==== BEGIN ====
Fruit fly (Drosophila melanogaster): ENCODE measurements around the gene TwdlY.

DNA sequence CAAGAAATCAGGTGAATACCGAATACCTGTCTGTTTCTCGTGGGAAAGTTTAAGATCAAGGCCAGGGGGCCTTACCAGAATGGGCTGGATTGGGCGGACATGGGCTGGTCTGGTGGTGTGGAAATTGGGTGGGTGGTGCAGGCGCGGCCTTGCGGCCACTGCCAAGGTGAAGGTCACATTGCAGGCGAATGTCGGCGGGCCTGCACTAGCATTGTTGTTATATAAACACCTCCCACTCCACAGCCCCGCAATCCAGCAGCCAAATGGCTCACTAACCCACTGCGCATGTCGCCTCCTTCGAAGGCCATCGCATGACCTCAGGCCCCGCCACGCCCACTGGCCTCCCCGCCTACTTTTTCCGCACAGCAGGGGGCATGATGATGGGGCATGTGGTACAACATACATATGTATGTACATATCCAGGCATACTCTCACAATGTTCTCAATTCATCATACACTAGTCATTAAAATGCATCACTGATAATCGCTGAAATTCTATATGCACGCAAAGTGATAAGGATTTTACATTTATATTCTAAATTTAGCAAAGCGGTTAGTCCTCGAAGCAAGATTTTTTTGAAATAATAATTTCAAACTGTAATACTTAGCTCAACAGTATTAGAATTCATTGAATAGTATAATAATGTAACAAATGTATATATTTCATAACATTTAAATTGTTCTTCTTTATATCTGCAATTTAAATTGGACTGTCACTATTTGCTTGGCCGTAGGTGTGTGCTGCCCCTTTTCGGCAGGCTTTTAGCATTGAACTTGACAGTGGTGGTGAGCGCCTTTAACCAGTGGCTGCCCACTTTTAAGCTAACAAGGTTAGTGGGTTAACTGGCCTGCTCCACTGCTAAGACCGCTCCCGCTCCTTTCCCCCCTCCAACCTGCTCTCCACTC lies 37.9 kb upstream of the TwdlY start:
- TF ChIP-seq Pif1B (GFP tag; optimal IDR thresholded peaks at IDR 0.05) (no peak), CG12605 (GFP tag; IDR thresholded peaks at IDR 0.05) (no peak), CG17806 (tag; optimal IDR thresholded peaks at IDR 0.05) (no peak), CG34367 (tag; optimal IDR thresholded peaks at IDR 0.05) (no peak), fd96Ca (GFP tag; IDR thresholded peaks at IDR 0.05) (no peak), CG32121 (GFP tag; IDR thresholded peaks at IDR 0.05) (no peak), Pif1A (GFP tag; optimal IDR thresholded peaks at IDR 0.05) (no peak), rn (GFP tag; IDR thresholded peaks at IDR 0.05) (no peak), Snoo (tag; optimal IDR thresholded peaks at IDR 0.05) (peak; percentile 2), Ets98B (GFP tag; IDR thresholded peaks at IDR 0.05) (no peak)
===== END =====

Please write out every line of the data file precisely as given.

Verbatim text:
Fruit fly (Drosophila melanogaster): ENCODE measurements around the gene TwdlY.

DNA sequence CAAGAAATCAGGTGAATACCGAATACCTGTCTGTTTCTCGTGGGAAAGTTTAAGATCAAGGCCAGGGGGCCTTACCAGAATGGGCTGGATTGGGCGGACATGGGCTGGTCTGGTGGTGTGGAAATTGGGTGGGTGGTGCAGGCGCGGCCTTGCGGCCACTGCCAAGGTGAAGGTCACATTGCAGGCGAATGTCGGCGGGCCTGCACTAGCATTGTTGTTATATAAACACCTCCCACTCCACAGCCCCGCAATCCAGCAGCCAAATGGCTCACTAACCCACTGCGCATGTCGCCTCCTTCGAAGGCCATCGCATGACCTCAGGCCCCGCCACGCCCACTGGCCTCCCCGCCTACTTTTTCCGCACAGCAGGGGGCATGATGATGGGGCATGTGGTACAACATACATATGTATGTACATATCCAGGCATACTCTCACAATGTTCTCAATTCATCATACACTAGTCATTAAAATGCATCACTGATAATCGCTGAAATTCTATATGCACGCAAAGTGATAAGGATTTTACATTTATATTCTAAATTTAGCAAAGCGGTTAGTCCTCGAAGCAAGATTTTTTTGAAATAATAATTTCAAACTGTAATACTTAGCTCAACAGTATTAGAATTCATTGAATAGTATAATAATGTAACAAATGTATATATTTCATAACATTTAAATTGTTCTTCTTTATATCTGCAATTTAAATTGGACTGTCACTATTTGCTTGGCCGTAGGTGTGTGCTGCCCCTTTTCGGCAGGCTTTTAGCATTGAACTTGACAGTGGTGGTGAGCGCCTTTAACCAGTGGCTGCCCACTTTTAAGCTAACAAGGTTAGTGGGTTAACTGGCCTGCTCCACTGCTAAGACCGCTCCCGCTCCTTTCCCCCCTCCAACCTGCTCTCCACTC lies 37.9 kb upstream of the TwdlY start:
- TF ChIP-seq Pif1B (GFP tag; optimal IDR thresholded peaks at IDR 0.05) (no peak), CG12605 (GFP tag; IDR thresholded peaks at IDR 0.05) (no peak), CG17806 (tag; optimal IDR thresholded peaks at IDR 0.05) (no peak), CG34367 (tag; optimal IDR thresholded peaks at IDR 0.05) (no peak), fd96Ca (GFP tag; IDR thresholded peaks at IDR 0.05) (no peak), CG32121 (GFP tag; IDR thresholded peaks at IDR 0.05) (no peak), Pif1A (GFP tag; optimal IDR thresholded peaks at IDR 0.05) (no peak), rn (GFP tag; IDR thresholded peaks at IDR 0.05) (no peak), Snoo (tag; optimal IDR thresholded peaks at IDR 0.05) (peak; percentile 2), Ets98B (GFP tag; IDR thresholded peaks at IDR 0.05) (no peak)